Amagansett and the U.S. Life-Saving Service
The federal life-saving service began modestly in 1848 when Congress funded the construction of eight lifeboat houses on the New Jersey coast and equipped them with surfboats and other apparatus. In 1849 sixteen new lifeboat houses were built on the shores of New Jersey and Long Island, including one at Amagansett. These first twenty-four stations lined the Atlantic approaches to New York Harbor, America’s pre-eminent seaport at the time.
These early stations were nothing more than small boathouses sheltering a surfboat and other apparatus. The stations were not manned, relying on volunteers to use the equipment.
What had been a haphazard system became the professional United States Life-Saving Service by act of Congress in 1878. The legislation provided money for many new stations and mandated that all lifesaving stations have a resident keeper and crew. One of the many stations built soon after the establishment of the U.S. Life-Saving Service was a new Amagansett Station, completed in 1880. The 1880 station stood on the north side of Bluff Road, just east of Indian Well Plain (now Indian Wells Highway). By 1899 the U.S. Life-Saving Service had decided to replace the 1880 station with a new station to be built much closer to the beach on Atlantic Avenue.
The Amagansett Station was built in 1902 and operated by the U.S. Life-Saving Service from 1902 to 1915, and the U.S. Coast Guard from 1955 to 1944.
Today, the Station has been restored and returned to its original site.
About the Architecture
The Life-Saving Service selected the 1900 Quonochontaug Pattern for the 1902 Amagansett Station. The original design of this type was drawn by George R. Tolman, the Life-Saving Service architect from 1892 to 1896, for a station built at Quonochontaug, Rhode Island, in 1892. The 1892 Quonochontaug station represented an artistic evolution from the designs of Albert B. Bibb, the Life-Saving Service architect from 1885 to 1890. Tolman’s Quonochontaug station had the boat room and the living quarters organized under one broad hip roof that also flowed over the wraparound porch integrating all the elements into one graceful utilitarian design. The Quonochontaug type station also represented a practical evolution in being the first station with three separate equipment bays, each with its own doorway.
The design of Tolman’s 1892 Quonochontaug type station was modified in 1900 by Victor Mendleheff, the Life-Saving Service architect who succeeded him. Mendleheff’s package of twelve drawings, entitled “Quonochontaug Pattern, 1900” and an accompanying twenty-four pages of specifications were used for the construction of the 1902 Amagansett Life-Saving Station, and are maintained in our museum records.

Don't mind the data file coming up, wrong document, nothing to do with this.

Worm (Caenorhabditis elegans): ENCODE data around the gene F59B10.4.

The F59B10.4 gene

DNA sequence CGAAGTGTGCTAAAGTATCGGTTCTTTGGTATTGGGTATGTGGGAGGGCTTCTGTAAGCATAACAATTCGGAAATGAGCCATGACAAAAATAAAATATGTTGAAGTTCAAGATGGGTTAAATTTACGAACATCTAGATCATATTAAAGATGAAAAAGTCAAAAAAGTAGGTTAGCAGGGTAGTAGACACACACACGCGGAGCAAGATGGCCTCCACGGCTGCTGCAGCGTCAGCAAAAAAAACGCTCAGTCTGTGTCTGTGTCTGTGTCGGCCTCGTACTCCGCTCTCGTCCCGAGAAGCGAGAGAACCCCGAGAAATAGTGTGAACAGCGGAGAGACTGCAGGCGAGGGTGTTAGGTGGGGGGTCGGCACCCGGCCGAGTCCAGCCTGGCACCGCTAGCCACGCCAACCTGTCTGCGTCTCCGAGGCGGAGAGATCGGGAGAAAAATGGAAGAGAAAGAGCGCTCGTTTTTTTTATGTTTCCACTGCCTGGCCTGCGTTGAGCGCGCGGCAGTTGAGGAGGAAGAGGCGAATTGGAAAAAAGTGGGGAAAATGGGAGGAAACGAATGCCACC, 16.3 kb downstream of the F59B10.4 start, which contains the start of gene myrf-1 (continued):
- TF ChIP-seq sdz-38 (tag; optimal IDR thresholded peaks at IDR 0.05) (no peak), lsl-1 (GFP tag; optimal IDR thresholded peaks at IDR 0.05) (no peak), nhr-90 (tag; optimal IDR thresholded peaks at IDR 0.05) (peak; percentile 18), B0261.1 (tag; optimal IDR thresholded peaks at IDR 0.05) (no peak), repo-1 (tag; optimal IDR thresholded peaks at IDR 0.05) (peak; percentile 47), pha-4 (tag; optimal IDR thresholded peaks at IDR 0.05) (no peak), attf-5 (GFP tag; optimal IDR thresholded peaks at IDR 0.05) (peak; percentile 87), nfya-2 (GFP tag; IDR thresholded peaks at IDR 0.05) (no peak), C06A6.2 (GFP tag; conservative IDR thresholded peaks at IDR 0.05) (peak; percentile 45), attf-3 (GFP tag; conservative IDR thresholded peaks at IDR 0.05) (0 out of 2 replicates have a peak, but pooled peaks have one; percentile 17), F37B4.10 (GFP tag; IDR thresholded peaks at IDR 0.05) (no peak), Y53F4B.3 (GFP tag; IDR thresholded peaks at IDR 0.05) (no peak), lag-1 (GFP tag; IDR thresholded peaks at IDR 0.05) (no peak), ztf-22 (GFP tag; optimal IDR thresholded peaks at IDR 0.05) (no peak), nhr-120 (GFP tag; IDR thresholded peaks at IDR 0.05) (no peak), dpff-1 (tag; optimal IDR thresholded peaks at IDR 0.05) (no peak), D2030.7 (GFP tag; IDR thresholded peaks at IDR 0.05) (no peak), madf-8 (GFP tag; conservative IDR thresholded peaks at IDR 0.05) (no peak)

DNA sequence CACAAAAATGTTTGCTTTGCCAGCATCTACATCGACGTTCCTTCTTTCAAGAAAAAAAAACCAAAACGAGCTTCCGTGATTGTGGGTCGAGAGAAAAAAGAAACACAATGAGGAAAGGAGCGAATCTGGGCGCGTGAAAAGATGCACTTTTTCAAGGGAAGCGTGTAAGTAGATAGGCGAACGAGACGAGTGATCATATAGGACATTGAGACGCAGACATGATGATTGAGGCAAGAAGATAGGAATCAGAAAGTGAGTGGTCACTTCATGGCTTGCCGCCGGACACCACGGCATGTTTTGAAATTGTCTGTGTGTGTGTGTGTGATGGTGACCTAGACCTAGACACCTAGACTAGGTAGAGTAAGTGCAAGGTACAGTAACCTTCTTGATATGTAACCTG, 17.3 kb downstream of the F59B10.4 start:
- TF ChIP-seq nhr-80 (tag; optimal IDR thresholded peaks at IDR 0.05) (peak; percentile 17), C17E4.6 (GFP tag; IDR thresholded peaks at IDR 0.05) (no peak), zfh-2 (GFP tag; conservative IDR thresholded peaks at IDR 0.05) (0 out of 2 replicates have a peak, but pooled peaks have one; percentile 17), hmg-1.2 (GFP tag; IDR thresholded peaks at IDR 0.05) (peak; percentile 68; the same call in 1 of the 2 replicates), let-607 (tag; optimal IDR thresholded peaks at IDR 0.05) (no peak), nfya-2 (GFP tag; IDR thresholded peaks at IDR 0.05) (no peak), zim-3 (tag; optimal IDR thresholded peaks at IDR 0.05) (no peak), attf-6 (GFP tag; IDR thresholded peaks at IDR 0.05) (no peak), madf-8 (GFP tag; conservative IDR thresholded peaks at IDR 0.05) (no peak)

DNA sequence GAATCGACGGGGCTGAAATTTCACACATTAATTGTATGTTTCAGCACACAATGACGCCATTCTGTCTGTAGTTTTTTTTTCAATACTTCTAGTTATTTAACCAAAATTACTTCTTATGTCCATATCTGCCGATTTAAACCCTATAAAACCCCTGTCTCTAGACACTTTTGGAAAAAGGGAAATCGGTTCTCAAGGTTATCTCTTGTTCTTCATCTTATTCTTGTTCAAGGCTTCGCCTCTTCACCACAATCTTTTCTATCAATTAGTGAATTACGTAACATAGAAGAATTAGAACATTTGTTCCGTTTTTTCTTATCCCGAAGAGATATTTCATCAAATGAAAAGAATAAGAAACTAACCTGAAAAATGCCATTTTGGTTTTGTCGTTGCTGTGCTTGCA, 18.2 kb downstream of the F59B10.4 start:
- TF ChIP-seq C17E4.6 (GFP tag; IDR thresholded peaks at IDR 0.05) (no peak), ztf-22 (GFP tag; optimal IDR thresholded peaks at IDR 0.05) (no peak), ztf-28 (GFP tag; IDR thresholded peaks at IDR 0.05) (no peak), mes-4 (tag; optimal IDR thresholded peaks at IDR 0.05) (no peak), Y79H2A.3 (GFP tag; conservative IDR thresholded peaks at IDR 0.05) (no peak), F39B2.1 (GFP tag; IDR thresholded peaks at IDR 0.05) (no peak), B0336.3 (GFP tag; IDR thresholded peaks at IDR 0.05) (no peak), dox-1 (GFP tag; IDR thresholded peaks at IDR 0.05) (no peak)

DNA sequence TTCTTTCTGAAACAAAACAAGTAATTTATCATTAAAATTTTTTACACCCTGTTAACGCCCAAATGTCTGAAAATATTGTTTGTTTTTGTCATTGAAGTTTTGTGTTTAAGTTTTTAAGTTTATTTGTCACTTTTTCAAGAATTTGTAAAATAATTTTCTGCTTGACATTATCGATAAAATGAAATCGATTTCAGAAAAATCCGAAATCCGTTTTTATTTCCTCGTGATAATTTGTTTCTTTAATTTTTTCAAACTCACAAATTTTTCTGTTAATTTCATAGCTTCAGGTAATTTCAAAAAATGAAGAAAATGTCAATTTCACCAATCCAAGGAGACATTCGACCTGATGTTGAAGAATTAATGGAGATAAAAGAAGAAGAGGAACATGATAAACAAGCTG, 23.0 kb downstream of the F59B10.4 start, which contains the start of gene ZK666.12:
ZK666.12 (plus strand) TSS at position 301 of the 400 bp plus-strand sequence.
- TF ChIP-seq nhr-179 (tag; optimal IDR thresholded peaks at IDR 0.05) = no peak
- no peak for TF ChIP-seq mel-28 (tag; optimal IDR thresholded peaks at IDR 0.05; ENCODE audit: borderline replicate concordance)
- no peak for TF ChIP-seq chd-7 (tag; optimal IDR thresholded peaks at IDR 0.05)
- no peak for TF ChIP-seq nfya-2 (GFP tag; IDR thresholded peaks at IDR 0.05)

On August 11, 1902, Keeper Jesse B. Edwards wrote in the station log: “Received orders from General Supt L.S. Service to move in the new station with apparatus and all government property, and commenced this afternoon to move apparatus and so forth.”
In 2007, the Amagansett U.S. Life-Saving & Coast Guard Station Society initiated a six-year restoration of the Station to its original 1902 design, an undertaking guided by the comprehensive Historic Structures Report commissioned from Historic Services Director Robert Hefner.
Today, the Amagansett Station retains its architectural integrity. The restored station incorporates a lookout tower, boat room, and quarters for the crew. The lookout tower is integrated into the broad shingle roof which flows down over the wraparound porch and is interrupted only by a single dormer window on each slope. This original exterior form is entirely intact. The boat room, a 30′ x 34′ room with an 11′ ceiling where the surfboats were stored, remains as one open room and retains the original paneling on the walls and ceiling and has the original corner closets. The configuration of first-floor rooms of the quarters, keeper’s room, kitchen, mess room, and stair hall remain essentially intact. On the second floor, the large quarters of the surfmen and the store rooms over the boat room remain. Many other interior features remain intact including the stairway, doorways, and wood paneling and wainscoting.